Lessons On Teamwork From A Navy SEAL
Jeff Boss | Forbes
As Navy SEALs, we operated in an environment that was constantly changing. The situations we faced were never the same, and no matter what the next objective was, we needed to face it with five things:
- A clear and meaningful purpose
- Clear goals
- A practical strategy for achieving those goals
- Daily (even hourly) plans and priorities that kept us on track toward executing our strategy
- Metrics that defined success
To top it off, we didn’t work alone. We needed to align our efforts and objectives with support teams both internal and external to our command.
The point is, operating at an elite level isn’t solely based on a few stellar performers, or even a single high-performing team, but on the conditions that align those people and teams to work together.
What I’ve learned since working with companies to help their teams function better is that the “battlefield” they face isn’t much different than ours. They need to clarify priorities. They need a clear strategy. And they need to align not just one team, but many teams, if they want to operate at an elite level.
It doesn’t matter whether you’re a SEAL Team, an executive team or a product team. Your goals are more likely to be achieved when there is a clear and meaningful purpose behind what you’re doing, simple goals to attain, a practical strategy for achieving those goals, daily priorities that keep you on track and metrics that measure progress and provide feedback along the way.
The challenge that I see in companies today regarding organizational alignment most often stems from internal team breakdowns. The nature of alignment demands cross-functionality — communication up, down and across the organization and between teams — and communication isn’t exactly a strong suit for many companies (at least from what I’ve seen). Here’s an example.
I once consulted for the finance division of a tech company on how they might operate at an elite level, as we did in special operations. Their problem was communication — they didn’t have any. Roles and responsibilities were so unclear that employees serving in audit, for instance, had no idea whom to seek out for a question about tax despite working in the same division. They had five meetings when only one was necessary. They wasted time, money and mind-share trying to figure out who was doing the work rather than working on what they should be doing, and their business was suffering as a result –- all because they didn’t take the time (and effort) to align.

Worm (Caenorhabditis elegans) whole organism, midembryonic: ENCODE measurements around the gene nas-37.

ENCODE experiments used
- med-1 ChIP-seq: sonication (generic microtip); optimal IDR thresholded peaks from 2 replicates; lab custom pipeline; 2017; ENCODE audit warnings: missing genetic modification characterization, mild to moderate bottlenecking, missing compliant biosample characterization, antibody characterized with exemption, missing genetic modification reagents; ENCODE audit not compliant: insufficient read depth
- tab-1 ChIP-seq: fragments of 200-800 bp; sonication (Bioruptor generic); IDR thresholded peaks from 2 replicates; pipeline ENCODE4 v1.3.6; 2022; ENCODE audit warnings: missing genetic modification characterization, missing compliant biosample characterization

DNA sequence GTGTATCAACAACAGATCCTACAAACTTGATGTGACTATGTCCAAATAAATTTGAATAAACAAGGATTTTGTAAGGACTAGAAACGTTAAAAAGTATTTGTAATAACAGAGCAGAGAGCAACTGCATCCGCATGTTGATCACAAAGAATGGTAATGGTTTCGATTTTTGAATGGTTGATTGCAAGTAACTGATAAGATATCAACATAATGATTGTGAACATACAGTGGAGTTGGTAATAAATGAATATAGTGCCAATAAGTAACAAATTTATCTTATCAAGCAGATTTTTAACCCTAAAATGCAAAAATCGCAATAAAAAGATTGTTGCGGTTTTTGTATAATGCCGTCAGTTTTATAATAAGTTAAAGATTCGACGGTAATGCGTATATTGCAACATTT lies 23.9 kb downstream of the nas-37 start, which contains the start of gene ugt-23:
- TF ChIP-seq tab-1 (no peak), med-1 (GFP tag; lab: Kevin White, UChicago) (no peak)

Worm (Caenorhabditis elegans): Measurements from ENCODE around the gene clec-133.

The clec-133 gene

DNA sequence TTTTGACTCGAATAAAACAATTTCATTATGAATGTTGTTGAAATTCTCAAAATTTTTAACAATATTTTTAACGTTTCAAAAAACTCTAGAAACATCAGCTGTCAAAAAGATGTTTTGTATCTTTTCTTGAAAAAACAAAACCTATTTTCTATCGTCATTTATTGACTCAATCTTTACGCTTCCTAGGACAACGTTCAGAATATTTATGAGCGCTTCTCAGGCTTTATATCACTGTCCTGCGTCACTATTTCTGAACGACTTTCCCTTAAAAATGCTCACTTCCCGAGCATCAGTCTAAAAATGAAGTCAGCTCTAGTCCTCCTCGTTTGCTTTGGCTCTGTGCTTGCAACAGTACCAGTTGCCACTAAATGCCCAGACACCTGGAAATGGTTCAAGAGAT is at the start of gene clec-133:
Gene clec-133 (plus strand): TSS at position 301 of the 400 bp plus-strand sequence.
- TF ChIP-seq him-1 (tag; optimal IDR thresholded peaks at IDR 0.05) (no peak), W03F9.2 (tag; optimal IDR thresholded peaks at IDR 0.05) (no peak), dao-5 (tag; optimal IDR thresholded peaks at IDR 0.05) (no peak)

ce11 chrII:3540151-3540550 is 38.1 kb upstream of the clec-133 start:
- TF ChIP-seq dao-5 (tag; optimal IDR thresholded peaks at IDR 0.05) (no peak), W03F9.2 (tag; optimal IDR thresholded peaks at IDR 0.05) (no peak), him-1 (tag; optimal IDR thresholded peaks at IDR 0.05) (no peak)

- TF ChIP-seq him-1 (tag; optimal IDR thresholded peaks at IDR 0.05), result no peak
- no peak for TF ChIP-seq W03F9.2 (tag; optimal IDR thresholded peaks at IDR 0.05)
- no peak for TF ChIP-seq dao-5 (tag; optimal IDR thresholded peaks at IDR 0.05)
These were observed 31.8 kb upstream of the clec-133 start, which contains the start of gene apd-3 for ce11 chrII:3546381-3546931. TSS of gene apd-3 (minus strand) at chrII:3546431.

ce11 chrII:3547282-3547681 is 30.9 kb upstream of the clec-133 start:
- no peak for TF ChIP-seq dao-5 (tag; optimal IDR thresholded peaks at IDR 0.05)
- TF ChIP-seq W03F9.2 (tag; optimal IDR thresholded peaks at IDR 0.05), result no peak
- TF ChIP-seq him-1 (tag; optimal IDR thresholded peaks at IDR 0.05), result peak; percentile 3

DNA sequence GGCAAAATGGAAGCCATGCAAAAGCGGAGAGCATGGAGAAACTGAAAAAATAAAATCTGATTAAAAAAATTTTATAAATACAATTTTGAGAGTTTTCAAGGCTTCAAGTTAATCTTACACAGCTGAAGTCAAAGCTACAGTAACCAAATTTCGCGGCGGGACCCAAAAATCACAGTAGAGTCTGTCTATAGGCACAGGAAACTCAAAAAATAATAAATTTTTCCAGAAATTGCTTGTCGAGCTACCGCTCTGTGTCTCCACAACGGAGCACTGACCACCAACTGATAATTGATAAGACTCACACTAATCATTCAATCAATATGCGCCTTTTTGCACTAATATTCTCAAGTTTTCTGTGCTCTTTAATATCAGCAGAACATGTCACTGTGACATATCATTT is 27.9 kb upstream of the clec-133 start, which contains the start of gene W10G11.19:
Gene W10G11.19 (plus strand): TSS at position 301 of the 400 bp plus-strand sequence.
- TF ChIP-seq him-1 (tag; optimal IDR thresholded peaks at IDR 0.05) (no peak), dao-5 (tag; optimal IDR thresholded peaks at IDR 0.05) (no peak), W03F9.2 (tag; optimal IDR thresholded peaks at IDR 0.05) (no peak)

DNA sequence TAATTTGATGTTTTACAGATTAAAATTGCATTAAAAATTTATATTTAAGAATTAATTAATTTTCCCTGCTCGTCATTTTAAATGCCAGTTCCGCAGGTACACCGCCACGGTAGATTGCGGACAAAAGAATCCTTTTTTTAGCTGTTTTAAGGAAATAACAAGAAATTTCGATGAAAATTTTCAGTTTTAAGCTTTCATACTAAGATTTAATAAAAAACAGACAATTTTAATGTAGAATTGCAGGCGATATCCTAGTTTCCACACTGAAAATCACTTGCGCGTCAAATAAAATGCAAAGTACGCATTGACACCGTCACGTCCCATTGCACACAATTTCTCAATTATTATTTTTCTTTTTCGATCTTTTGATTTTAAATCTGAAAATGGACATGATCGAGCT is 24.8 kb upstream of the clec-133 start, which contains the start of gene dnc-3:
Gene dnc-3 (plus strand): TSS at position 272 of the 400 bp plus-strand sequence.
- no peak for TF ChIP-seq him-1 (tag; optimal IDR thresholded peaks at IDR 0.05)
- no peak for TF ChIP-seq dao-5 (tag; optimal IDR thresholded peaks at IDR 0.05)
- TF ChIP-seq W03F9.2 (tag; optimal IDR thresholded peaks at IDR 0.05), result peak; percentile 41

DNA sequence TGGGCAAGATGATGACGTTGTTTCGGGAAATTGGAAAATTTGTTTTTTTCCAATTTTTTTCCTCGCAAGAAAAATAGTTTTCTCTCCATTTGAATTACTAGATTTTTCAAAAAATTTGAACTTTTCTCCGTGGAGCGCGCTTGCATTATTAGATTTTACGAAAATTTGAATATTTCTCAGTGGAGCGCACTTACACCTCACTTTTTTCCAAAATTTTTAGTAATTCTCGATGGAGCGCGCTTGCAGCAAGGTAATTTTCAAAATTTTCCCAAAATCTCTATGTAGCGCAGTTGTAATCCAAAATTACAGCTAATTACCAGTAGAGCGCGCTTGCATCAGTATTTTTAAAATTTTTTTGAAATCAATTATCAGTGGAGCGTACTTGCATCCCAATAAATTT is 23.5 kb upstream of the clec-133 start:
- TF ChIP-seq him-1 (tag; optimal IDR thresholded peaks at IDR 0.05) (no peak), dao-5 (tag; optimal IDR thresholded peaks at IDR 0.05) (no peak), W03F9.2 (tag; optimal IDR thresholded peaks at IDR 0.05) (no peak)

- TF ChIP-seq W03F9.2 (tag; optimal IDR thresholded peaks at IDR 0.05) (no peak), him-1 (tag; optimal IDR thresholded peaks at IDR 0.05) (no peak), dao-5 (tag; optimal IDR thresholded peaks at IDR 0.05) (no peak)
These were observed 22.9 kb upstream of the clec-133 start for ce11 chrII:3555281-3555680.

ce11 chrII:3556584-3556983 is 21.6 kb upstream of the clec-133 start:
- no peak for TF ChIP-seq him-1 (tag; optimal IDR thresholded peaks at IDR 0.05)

It’s a simple fix, but certainly not easy. Here’s a simple flow for thinking about organizational alignment:
Align The Employee WIth The Role
There’s nothing worse than having the right person in the wrong role. In my experience, the reason companies waste talent is because they don’t have the right conversations to begin with. If you want a better answer, ask a better question. Ask your people what motivates them, why they’re doing what they’re doing, where they see themselves in three years and what might happen if they don’t get there. Set the conditions for candor now to prevent the loss of talent later.
Align Employee Roles Within The Team
One of the performance requirements for groups (and teams, for that matter) is clear roles and responsibilities. It’s hard to hold somebody accountable if you don’t know what they do or what they’re responsible for, and without accountability there can be no shared accountability (a defining characteristic of a team). Aligning team roles prevents turf wars or the “that’s not my job” retort that stifles output.
Align The Team With Other Teams
It doesn’t matter how great your sales teams perform if your marketing teams fail to get the message out, and vice versa. Seismic, an enterprise-level software technology provider whose mission is to help marketing and sales teams work better together, says that only 16% of companies have sales and marketing teams who collaborate. What impedes alignment between teams, they say, are disparate systems, lack of transparency and visibility on goals and skewed expectations — all of which fall under the umbrella of poor communication.
Research also shows that companies with aligned marketing and sales teams experience an average of 20% growth in annual revenue. Another report shared by Cerius Executives shows that aligned companies are 38% better at closing proposals and churn 36% fewer customers each year.
Alignment doesn’t come easily. It takes time, courage and candor to have the conversations that need to be had yet oftentimes avoided because it’s easier not to. Start by getting clear on what success looks like for each team, how it will be measured and the process by which you’ll communicate. The very process of communication itself is the stepping-stone toward organizational alignment.
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